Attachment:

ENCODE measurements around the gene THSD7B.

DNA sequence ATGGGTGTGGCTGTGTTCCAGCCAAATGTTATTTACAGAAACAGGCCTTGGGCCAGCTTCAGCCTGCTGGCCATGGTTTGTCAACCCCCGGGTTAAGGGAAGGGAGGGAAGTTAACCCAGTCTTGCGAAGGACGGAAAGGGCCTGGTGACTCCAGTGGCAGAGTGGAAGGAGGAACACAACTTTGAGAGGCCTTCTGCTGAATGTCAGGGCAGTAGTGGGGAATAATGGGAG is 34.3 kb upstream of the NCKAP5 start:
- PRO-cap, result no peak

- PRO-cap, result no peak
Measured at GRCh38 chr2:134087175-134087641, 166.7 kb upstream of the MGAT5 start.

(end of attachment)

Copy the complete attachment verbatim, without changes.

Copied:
ENCODE measurements around the gene THSD7B.

DNA sequence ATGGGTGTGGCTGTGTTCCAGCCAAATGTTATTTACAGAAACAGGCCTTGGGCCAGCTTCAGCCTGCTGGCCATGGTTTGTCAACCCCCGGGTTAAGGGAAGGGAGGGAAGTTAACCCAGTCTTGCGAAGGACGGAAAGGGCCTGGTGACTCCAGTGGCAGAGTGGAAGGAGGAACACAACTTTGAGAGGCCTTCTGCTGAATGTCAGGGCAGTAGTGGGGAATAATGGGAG is 34.3 kb upstream of the NCKAP5 start:
- PRO-cap, result no peak

- PRO-cap, result no peak
Measured at GRCh38 chr2:134087175-134087641, 166.7 kb upstream of the MGAT5 start.